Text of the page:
The latest volume of the Royal Institute of Philosophy Supplements, Philosophy and Sport, is a collection of lectures from the Institute’s 2012-3 annual lecture series. With contributions from members of both philosophical and sporting communities, the collection touches on a number of philosophical questions raised by sport.

One of the volume’s contributors, David Papineau, is very interested in the mental side of sport and his paper ‘In the Zone’ considers what causes skilled sportsmen and women to sometimes do the wrong thing at crucial points in play.

Professor Papineau draws on a number of sporting incidents to develop an account of the peculiar mental demands made by competitive sports. He starts with the case of Mark Ramprakash throwing his wicket away against Shane Warne in the 3rd test at Trent Bridge in 2001. Were the cricket pundits right to blame the shot on a ‘moment of weakness’ or a ‘distinct lack of composure’? Or did Ramprakash simply make a bad decision? In the end, David Papineau concludes that ‘Ramprakash’s demise wasn’t due to an unsuccessful strategic ploy, but to a fatal failure of concentration.’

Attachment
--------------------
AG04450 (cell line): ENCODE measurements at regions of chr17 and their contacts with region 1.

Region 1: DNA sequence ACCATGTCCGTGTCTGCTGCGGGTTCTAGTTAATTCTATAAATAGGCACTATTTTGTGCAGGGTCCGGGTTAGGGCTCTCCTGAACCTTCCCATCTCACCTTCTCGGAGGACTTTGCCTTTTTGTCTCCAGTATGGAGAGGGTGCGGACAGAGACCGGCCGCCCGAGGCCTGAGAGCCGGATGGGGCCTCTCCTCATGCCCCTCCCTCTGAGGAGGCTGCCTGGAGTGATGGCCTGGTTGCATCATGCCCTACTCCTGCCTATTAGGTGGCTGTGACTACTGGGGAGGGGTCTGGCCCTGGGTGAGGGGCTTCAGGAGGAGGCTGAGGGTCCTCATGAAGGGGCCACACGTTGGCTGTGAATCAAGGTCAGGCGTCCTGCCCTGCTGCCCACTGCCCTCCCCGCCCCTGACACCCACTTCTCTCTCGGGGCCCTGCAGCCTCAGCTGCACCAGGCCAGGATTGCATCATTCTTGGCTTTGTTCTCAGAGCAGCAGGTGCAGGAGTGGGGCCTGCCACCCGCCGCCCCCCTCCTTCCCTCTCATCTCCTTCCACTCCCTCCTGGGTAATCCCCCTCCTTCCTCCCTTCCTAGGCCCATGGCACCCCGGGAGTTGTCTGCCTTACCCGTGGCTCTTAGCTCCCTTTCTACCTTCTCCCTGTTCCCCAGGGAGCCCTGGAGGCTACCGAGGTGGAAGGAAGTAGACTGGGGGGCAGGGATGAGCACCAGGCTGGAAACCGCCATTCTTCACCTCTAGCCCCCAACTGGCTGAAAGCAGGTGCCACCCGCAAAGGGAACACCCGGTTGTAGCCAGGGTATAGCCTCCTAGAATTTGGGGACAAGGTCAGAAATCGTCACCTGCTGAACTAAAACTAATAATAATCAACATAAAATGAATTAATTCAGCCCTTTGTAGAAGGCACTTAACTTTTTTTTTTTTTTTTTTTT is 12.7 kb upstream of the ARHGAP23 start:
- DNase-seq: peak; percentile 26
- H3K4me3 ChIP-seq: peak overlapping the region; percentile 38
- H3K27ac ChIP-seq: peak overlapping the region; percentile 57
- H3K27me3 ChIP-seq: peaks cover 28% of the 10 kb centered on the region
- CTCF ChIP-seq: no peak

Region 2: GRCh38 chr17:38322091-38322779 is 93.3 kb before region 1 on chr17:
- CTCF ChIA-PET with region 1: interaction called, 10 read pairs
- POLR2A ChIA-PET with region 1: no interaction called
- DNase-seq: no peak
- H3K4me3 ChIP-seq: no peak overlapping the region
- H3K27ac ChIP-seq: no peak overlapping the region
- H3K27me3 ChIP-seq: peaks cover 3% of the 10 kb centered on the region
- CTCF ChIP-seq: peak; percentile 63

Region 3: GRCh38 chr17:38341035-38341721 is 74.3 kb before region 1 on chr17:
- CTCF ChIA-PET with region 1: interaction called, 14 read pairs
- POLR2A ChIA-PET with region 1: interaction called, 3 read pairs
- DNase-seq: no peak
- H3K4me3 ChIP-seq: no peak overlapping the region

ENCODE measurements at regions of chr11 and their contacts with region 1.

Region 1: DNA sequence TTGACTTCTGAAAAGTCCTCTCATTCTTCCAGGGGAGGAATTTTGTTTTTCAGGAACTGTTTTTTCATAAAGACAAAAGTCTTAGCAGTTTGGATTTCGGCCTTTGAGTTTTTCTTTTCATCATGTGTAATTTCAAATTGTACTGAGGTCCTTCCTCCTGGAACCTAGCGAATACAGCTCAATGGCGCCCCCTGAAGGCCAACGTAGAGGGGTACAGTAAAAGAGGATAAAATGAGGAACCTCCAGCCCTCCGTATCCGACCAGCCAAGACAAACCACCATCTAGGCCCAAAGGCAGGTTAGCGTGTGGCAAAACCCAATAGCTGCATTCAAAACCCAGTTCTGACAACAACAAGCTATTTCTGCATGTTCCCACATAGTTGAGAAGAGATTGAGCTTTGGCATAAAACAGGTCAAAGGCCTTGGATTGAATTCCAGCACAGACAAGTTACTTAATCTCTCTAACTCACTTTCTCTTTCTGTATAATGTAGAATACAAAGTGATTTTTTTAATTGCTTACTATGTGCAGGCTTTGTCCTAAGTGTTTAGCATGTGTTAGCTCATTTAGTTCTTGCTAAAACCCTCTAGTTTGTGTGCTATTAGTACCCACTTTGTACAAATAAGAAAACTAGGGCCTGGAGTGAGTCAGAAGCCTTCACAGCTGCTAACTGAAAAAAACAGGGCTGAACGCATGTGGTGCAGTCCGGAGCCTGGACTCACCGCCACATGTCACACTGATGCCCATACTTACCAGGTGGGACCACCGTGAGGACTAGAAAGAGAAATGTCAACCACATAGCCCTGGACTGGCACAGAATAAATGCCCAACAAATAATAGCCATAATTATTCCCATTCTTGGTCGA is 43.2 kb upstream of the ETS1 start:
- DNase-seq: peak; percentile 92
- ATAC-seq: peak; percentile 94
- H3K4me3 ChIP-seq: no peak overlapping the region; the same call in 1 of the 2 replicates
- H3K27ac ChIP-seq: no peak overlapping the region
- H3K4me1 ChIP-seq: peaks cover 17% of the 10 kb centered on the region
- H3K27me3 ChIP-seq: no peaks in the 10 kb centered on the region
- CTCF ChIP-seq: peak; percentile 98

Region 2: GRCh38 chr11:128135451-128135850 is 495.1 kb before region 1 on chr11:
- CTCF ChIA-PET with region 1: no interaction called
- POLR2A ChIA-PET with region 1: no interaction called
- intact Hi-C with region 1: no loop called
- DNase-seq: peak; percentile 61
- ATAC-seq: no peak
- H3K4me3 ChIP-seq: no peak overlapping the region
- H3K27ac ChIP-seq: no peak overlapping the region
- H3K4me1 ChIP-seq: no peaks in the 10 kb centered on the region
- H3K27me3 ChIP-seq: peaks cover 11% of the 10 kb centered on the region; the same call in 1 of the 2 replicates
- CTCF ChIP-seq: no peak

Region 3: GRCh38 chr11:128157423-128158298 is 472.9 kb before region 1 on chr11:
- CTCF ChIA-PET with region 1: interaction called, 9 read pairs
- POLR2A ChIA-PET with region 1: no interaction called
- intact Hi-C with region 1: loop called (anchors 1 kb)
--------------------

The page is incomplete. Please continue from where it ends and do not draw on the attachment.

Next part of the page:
Other incidents analysed in the paper include Jana Novotna ‘choking’ in the 1993 Wimbledon final against Steffi Graf  despite a 4-1 lead in the final set and Eric Bristow’s case of the ‘yips’, which sent his darts career into terminal decline in 1987.

Click here to access the full paper.

We also encourage you to visit David Papineau’s new blog ‘More Important Than That’, which aims to explore a variety of ways in which philosophy can illuminate sport, and vice versa.

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